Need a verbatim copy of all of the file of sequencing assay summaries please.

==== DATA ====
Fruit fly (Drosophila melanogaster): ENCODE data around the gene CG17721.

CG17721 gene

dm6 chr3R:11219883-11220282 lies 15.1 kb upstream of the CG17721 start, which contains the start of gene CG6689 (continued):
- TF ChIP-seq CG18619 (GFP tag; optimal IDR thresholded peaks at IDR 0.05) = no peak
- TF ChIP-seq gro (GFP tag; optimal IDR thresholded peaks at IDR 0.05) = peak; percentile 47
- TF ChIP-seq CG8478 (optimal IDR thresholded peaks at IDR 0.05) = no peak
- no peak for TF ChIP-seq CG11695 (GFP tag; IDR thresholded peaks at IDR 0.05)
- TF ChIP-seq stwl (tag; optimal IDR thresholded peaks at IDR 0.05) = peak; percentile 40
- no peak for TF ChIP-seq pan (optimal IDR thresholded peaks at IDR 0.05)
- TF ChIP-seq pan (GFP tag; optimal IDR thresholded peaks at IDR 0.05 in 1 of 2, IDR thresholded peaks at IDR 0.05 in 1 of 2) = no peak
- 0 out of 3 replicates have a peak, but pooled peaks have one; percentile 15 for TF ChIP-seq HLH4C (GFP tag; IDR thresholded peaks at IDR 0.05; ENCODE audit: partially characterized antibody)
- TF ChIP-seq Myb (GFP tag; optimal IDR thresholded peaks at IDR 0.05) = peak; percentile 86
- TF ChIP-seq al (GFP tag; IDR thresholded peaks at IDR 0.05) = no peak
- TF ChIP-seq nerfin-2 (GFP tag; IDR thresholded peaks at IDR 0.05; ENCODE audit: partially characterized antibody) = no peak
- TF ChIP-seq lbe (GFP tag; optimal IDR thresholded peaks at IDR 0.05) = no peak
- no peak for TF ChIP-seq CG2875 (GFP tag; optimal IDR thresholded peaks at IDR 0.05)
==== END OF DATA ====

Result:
Fruit fly (Drosophila melanogaster): ENCODE data around the gene CG17721.

CG17721 gene

dm6 chr3R:11219883-11220282 lies 15.1 kb upstream of the CG17721 start, which contains the start of gene CG6689 (continued):
- TF ChIP-seq CG18619 (GFP tag; optimal IDR thresholded peaks at IDR 0.05) = no peak
- TF ChIP-seq gro (GFP tag; optimal IDR thresholded peaks at IDR 0.05) = peak; percentile 47
- TF ChIP-seq CG8478 (optimal IDR thresholded peaks at IDR 0.05) = no peak
- no peak for TF ChIP-seq CG11695 (GFP tag; IDR thresholded peaks at IDR 0.05)
- TF ChIP-seq stwl (tag; optimal IDR thresholded peaks at IDR 0.05) = peak; percentile 40
- no peak for TF ChIP-seq pan (optimal IDR thresholded peaks at IDR 0.05)
- TF ChIP-seq pan (GFP tag; optimal IDR thresholded peaks at IDR 0.05 in 1 of 2, IDR thresholded peaks at IDR 0.05 in 1 of 2) = no peak
- 0 out of 3 replicates have a peak, but pooled peaks have one; percentile 15 for TF ChIP-seq HLH4C (GFP tag; IDR thresholded peaks at IDR 0.05; ENCODE audit: partially characterized antibody)
- TF ChIP-seq Myb (GFP tag; optimal IDR thresholded peaks at IDR 0.05) = peak; percentile 86
- TF ChIP-seq al (GFP tag; IDR thresholded peaks at IDR 0.05) = no peak
- TF ChIP-seq nerfin-2 (GFP tag; IDR thresholded peaks at IDR 0.05; ENCODE audit: partially characterized antibody) = no peak
- TF ChIP-seq lbe (GFP tag; optimal IDR thresholded peaks at IDR 0.05) = no peak
- no peak for TF ChIP-seq CG2875 (GFP tag; optimal IDR thresholded peaks at IDR 0.05)